And for him, having lost his mother at such a young age, it must be really really liberating to have a partner like this who’s going to be his partner in pursuing things that he’s had a family tradition of pursuing.
C.: You see this regarding the impact even with Kate Middleton. Every dress that she would wear, it would be completely sold out, and people really want to emulate people in the royal family. Seeing someone who looks like me and believes the things that I do is really empowering. A lot of people want to give, but they really don’t know where to start. So if you’re just a young person watching Harry and Meghan with their efforts, what are some of those basic entry points for everyday people to help?
E.H.: So I think obviously if there’s a person, a public personality that’s doing something, and you can see where they’ve given to, that’s a really easy way to get involved initially. And I would say look in your own backyard. There’s often great charities doing great work in your own backyard. You don’t have to support something in the UK that they’re doing. You can find a comparable entity locally or regionally, so look at your local newspapers, look in social media. Look at what all your friends are doing and see if you want to give or volunteer, or read more about them. I suggest any time you want to give a gift to a charity, to spend as much time as you do finding a restaurant. So if you go to Yelp and you spend ten minutes looking for a restaurant, then you should spend that equivalent ten or 15 minutes online. And if you can spend ten or 15 minutes, you’re going to know a lot about that charity, probably more than you would ever guess. And on the notes part of your phone, keep notes of the charities that people are talking to you about. Millennials seem to really like those kinds of connections, and it makes it really easy. But don’t just give—give and research, too. And figure out if it’s something you want to get more involved with. And I also suggest, and this is a little bit more of intense homework… there’s a national database of charity’s tax filings. It sounds really boring, but it’s guidestar.org, and if you want to see what a charity’s doing and see what their budget is, who’s on the board… you can find a lot by putting in the charity’s name and figuring out whether it’s a charity that you want to associate with.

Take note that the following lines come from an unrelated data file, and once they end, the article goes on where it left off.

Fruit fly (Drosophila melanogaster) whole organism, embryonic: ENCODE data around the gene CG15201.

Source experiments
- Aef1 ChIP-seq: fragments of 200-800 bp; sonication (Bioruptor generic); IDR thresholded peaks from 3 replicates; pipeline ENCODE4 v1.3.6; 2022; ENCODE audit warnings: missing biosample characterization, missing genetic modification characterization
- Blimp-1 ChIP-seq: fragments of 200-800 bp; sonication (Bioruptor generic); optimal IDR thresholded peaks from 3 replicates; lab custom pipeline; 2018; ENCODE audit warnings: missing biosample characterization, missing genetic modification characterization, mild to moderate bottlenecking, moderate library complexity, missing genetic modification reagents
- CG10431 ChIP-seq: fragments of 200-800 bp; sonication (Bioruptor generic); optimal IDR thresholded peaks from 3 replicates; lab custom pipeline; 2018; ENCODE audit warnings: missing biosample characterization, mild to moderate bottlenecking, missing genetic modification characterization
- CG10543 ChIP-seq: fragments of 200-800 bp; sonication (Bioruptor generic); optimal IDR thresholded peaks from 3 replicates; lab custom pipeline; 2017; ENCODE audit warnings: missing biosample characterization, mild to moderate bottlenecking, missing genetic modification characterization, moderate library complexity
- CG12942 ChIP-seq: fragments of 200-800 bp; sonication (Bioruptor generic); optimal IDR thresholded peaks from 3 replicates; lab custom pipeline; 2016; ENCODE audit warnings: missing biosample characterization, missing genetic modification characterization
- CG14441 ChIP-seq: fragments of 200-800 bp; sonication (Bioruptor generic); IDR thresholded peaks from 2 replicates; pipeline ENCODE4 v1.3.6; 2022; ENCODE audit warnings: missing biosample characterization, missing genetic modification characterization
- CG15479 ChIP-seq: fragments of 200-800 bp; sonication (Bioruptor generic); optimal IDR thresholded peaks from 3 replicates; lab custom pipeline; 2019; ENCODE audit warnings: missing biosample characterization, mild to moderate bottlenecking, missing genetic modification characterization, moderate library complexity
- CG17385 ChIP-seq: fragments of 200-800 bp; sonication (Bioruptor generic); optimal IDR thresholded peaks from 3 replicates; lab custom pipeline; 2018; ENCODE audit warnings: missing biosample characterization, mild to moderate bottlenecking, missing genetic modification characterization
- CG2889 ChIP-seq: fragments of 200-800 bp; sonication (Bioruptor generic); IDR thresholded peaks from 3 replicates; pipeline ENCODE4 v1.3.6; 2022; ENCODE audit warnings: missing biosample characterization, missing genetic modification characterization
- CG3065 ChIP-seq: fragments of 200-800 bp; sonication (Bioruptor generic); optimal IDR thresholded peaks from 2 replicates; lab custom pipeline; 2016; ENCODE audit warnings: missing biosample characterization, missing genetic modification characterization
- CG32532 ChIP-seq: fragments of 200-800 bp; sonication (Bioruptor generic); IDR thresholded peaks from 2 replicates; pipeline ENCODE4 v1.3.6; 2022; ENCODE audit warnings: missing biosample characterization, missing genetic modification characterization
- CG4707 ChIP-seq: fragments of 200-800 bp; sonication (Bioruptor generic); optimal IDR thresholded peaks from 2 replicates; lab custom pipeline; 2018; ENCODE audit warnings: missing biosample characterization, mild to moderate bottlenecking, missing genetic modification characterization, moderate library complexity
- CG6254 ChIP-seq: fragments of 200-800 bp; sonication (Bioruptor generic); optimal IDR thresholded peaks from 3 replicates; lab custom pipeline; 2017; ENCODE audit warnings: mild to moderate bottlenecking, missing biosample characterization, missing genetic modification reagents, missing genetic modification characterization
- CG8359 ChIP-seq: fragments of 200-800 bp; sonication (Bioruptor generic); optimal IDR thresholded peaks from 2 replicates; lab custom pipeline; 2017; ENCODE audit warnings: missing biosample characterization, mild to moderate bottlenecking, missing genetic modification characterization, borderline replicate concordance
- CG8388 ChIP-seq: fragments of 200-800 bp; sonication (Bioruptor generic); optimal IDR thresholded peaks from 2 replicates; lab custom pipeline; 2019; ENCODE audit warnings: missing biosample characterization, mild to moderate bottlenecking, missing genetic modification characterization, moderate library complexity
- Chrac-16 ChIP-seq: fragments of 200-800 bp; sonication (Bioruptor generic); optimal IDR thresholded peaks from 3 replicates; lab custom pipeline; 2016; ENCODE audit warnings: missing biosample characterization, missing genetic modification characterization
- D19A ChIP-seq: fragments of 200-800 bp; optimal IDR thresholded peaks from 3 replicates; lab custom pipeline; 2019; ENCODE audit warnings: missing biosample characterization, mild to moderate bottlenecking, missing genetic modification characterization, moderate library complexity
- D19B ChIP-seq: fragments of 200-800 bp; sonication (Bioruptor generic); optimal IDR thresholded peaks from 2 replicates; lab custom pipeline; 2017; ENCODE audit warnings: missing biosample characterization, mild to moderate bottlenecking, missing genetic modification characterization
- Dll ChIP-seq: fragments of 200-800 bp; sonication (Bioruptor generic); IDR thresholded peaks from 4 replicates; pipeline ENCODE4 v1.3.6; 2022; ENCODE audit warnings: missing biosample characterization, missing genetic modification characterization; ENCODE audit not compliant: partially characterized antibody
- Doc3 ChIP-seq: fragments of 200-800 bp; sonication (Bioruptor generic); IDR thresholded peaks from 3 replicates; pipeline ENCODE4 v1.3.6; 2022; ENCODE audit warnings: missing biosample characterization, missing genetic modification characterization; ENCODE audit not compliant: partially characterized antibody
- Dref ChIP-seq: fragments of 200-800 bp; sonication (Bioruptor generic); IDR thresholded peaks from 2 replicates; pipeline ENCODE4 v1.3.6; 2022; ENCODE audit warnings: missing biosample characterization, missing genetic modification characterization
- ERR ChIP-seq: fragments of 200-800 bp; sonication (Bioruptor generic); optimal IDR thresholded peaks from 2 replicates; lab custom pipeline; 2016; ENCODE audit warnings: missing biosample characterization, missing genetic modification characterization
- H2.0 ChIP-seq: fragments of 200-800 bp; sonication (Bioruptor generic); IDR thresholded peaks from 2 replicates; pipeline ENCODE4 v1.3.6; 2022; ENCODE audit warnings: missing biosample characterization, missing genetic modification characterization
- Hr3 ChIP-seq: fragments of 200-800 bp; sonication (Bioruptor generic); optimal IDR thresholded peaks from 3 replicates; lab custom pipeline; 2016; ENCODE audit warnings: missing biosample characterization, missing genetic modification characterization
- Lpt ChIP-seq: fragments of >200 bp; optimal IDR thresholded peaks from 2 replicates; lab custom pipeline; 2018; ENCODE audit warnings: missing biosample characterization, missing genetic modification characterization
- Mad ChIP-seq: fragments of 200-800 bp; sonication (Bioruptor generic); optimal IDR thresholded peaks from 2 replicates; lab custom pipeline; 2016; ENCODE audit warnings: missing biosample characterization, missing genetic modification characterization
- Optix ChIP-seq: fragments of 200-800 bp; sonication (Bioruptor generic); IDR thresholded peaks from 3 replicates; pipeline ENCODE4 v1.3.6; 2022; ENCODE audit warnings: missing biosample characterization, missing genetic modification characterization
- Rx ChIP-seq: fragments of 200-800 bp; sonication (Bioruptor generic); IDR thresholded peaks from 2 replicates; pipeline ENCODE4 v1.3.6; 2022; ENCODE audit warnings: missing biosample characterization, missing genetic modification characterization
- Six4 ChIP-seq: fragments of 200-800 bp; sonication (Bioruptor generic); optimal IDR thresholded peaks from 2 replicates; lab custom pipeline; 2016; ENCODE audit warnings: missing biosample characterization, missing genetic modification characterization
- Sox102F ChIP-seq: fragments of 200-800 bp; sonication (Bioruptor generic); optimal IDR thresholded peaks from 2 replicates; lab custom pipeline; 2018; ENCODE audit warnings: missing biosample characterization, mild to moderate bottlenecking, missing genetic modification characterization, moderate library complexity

C.: Although the two will be based in the UK, how do you think their influence will inspire philanthropic efforts stateside?
E.H.: The Brits don’t give as much as they do in the United States. We give about 2% of the gross domestic product, and I think the statistic in the UK is about .8%, a little less than 1%. So it’ll be interesting to see if it’ll actually increase the manner and the pound amount in which people in the UK actually give. It will be really interesting to see if it makes a difference. And also a lot of the things they’re featuring are global. The Invictus Games are global. So if you’re an American and you want to follow suit, you don’t have to necessarily give to what they’re giving in the UK. You can find a comparable entity here.
C.: Harry’s success with the Invictus Games is off to an incredible start. How do you see this event growing in the next few years?
E.H.: I think they’re so new, it’s really hard to tell when something’s only a year or two old. I think you can really see it when it’s a little more mature, five years from now we’ll be able to see whether or not there’s going to be a legacy when people are coming back from fighting, if they’re disabled. And I think because he was in the service for ten years in Afghanistan, he really has a closeup feeling for what it’s like to be in wartime. And I think that it’s going to have a positive benefit on the lives of these individuals. But it’s really hard to tell this early. But the fact that he had enough wherewithal to organize it and have it launched, and that it really worked, and he’s committed to it. He attended it, she attended it. If he stays involved with it, my guess is that it’ll be only strengthened over time. And I think everybody who watches veterans knows that they have a really hard time reintegrating back into society, so I think we need to use every tool we can to help them, and sports is a great way.